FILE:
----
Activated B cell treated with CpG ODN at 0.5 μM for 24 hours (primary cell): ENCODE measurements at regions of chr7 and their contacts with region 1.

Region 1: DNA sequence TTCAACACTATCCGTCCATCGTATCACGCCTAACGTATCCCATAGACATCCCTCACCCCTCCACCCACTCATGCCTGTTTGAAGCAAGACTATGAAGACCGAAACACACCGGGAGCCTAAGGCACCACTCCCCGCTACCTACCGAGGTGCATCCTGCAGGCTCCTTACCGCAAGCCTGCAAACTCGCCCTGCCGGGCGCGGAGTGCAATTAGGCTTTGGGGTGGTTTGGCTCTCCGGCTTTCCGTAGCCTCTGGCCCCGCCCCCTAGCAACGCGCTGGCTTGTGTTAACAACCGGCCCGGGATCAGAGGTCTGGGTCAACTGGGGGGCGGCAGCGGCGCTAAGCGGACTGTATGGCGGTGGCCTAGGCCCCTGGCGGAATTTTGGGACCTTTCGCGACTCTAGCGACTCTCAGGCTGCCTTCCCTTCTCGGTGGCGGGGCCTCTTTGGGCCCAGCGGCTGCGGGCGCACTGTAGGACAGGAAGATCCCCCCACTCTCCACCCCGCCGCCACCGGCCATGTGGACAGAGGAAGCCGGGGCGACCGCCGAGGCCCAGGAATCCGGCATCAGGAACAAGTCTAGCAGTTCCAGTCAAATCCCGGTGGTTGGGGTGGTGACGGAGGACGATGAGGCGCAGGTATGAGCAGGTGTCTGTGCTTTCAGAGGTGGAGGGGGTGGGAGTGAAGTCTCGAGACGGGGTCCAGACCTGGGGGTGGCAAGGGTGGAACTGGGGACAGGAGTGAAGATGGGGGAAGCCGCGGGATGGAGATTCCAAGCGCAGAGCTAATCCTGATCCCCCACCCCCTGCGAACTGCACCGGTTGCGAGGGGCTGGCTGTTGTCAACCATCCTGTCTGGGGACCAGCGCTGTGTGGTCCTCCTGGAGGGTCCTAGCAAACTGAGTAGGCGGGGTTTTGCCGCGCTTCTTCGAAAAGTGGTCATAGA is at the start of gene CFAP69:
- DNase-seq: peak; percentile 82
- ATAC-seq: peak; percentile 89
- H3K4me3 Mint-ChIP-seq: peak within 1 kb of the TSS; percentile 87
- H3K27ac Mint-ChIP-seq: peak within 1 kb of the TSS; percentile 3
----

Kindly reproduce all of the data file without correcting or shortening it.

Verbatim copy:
Activated B cell treated with CpG ODN at 0.5 μM for 24 hours (primary cell): ENCODE measurements at regions of chr7 and their contacts with region 1.

Region 1: DNA sequence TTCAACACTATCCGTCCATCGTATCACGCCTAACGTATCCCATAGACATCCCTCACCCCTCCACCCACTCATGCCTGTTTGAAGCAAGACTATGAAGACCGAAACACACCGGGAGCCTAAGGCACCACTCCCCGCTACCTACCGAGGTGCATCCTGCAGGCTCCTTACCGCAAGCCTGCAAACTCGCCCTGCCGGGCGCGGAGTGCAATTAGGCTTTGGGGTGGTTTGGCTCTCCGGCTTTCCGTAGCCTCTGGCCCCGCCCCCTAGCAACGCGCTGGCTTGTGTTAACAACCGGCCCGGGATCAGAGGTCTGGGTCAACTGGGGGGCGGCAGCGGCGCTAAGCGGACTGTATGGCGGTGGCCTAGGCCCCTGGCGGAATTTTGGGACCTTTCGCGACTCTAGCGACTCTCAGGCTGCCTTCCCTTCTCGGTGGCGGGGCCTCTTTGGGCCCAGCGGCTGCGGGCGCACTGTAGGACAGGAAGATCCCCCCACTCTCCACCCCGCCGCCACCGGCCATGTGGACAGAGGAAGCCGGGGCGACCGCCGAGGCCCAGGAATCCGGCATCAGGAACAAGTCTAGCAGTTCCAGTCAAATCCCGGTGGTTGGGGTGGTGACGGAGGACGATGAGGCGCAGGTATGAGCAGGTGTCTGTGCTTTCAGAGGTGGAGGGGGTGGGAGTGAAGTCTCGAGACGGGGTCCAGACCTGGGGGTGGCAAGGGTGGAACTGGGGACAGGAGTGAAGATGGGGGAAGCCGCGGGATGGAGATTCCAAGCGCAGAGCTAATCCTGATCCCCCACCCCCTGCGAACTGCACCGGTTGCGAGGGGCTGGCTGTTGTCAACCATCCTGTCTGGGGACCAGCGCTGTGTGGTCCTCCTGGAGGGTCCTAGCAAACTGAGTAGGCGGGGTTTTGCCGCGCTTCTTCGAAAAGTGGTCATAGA is at the start of gene CFAP69:
- DNase-seq: peak; percentile 82
- ATAC-seq: peak; percentile 89
- H3K4me3 Mint-ChIP-seq: peak within 1 kb of the TSS; percentile 87
- H3K27ac Mint-ChIP-seq: peak within 1 kb of the TSS; percentile 3